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Printers Row Lit Fest Preview: Pitchapalooza

By Betsy Mikel in Arts & Entertainment on May 31, 2011 6:00PM

Printers Row Lit Fest is this weekend. As usual, there’s not a second of free time in this weekend’s schedule. No one person can see and do it all, so it just depends on what you’re interested in. If you’re planning on attending this weekend, you’ve probably already reserved tickets for events you’re interested in. But if you’re looking for some direction, we’ll be serving up some suggestions throughout the week. A lot of events are full, but there’s still some good stuff. Up first: Pitchapalooza


Arielle Eckstut and David Henry Sterry, authors of The Essential Guide to Getting Your Book Published and brains behind Pitchapalooza.
Ever read the SlushPile Hell Tumblr? “One grumpy literary agent, a sea of query fails, and other publishing nonsense.” It’s just a small sampling of what the day in a life of a literary agent looks like. Spend just a few minutes on there, and you’ll quickly see why this bunch is so... erm... jaded (to put it nicely).

Pitchapalooza isn’t the ultimate solution to getting your idea in front of an agent, but if you have a book proposal, it’s certainly worth a shot. The best way to describe it is as the American Idol of books. Writers get a minute to pitch their book idea in front of Arielle Eckstut and David Henry Sterry, authors of The Essential Guide to Getting Your Book Published. At Lit Fest, the panel will only be hearing 20 randomly selected pitches, so writers will have to put their name on a list for a chance to participate. Out of all the pitches, Arielle Eckstut and David Henry Sterry will select one winner, and set that person up with an agent or publisher for his or her book.

Also, if you don’t get to pitch your idea, there’s this: “Plus, anyone who buys a book gets a free 20-minute consultation worth $100.” Why not? The price of a book for a consultation?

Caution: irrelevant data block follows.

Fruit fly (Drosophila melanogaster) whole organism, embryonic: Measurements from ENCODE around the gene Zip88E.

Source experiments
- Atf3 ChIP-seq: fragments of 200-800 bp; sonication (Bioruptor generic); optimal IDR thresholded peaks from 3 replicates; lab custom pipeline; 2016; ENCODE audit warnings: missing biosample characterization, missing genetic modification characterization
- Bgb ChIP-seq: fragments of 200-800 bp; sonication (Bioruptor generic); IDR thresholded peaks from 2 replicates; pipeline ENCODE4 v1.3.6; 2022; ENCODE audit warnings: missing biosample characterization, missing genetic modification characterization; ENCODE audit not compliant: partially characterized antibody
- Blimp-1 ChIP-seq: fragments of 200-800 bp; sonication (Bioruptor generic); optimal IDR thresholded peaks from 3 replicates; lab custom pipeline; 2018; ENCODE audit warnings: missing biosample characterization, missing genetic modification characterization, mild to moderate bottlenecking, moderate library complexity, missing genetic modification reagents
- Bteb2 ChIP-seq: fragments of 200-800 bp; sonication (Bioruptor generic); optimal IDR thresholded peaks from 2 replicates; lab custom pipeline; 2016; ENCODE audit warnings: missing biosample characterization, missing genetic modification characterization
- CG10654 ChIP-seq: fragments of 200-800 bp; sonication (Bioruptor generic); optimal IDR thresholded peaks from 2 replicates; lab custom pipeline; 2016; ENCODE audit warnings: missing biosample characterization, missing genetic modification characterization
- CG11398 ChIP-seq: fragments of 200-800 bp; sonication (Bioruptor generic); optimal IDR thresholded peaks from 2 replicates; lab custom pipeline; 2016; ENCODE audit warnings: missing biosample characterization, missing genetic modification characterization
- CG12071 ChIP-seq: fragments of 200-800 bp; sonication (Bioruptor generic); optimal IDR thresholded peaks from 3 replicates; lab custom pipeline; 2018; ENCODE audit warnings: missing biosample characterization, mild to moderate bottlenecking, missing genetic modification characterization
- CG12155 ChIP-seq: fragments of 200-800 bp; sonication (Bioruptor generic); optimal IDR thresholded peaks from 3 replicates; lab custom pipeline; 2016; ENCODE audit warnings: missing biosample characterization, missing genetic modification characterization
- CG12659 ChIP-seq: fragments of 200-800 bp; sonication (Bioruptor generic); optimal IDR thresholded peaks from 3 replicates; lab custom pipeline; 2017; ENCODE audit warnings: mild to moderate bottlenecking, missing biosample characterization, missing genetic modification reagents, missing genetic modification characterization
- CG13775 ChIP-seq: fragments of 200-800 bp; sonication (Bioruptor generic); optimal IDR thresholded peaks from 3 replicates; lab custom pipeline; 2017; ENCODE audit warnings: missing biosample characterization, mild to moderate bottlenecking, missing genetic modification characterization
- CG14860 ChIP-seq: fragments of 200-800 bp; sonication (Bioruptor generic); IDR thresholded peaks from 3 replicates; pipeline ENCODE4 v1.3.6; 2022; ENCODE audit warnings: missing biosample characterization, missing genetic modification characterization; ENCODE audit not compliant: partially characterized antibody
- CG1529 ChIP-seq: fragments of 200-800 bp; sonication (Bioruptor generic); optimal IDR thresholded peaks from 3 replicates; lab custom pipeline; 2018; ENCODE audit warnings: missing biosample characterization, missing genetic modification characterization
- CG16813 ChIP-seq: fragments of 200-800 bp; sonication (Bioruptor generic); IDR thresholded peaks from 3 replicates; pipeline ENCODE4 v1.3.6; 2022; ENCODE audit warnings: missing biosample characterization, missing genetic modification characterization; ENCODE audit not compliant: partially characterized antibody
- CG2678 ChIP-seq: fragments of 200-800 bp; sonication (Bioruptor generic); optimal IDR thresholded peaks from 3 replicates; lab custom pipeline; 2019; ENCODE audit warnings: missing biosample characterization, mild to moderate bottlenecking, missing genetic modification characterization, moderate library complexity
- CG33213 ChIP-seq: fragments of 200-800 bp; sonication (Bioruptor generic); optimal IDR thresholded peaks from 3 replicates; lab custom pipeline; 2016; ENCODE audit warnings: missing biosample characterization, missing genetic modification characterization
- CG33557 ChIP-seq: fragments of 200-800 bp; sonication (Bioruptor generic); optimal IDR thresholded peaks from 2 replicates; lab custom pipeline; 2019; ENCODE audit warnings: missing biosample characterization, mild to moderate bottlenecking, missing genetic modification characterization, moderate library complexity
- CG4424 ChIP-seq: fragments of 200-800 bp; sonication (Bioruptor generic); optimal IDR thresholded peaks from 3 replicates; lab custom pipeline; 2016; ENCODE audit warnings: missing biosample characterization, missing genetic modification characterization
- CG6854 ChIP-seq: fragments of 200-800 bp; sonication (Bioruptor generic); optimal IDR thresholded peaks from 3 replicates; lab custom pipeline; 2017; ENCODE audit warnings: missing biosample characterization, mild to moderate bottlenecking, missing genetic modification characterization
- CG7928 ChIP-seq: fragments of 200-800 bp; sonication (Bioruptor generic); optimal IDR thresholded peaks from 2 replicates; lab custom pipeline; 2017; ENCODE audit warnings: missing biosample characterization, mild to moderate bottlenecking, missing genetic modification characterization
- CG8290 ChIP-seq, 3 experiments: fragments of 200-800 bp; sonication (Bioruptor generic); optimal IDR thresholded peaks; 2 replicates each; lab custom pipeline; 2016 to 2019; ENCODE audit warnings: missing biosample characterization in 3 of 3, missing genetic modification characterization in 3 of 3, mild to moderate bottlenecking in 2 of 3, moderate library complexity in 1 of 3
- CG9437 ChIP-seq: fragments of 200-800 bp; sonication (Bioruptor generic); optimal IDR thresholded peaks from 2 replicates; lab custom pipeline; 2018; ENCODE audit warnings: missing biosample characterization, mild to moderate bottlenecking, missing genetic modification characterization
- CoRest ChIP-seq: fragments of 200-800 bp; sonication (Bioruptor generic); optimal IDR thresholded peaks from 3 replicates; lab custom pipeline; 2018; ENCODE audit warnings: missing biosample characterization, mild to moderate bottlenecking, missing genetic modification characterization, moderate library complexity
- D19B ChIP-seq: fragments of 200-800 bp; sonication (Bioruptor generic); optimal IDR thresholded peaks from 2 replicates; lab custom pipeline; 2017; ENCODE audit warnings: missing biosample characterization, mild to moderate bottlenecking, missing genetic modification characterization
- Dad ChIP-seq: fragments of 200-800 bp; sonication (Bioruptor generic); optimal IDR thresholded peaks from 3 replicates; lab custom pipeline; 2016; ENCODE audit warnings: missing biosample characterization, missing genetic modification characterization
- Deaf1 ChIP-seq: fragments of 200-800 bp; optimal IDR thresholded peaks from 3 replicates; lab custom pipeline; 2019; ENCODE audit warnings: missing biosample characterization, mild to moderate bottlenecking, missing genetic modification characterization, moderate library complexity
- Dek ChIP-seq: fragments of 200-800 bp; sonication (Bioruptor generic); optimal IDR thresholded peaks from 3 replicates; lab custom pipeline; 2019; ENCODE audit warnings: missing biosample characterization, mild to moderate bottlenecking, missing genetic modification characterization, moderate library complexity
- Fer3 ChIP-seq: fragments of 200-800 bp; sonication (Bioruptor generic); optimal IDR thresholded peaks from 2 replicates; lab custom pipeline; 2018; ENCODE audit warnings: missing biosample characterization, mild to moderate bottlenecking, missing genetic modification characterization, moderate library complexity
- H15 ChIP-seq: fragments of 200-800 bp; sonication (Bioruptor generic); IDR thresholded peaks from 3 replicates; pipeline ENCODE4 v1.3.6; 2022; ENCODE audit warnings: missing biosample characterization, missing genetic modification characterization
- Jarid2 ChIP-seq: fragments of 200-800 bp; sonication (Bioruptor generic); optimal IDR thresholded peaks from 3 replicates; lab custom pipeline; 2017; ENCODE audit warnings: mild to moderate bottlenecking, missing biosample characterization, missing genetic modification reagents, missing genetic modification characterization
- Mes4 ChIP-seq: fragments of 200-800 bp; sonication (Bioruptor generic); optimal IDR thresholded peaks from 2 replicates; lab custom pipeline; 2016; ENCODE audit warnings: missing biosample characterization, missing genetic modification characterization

Courtesy of an article — Pitchapalooza 2010: Tips for Perfecting Your Book Pitch — published by Publishing Perspectives last fall, Here are six tips from the Arielle Eckstut and David Henry on how to perfect your pitch:

  1. 1. A pitch is like a poem. Every word counts.
  2. 2. It’s always better to present specific images than make general, generic statements.
  3. 3. Don’t tell us it’s funny, make us laugh. Don’t tell us it’s scary, scare us. Don’t tell us it’s lyrical, wow us with your poetry. It’s like those people who wear T-shirts that say SEXY. Please, let us be the judge of that.
  4. 4. Don’t oversell. Claiming to have written the next Eat Pray Love or Harry Potter only makes a writer look like a deluded amateur.
  5. 5. Never say that your book is like no book ever written. That book will never be published. Publishers want books that are familiar but unique.
  6. 6. Develop an elevator pitch. An elevator pitch is a Hollywoodese short hand way of describing your book, where X meets Y. For example, Jaws in Outer Space=Alien. Ann Rice meets Gossip Girl=The Twilight Series. The elevator pitch for our book is the What To Expect When Your Expecting of publishing. Yes, we borrow from a title in an entirely different section of the bookstore, but you know exactly what you’re going to get from this elevator pitch.

Pitchapalooza, Printers Row Lit Fest, 4 p.m. Saturday, Center Stage, reserve free tickets at Eventbrite.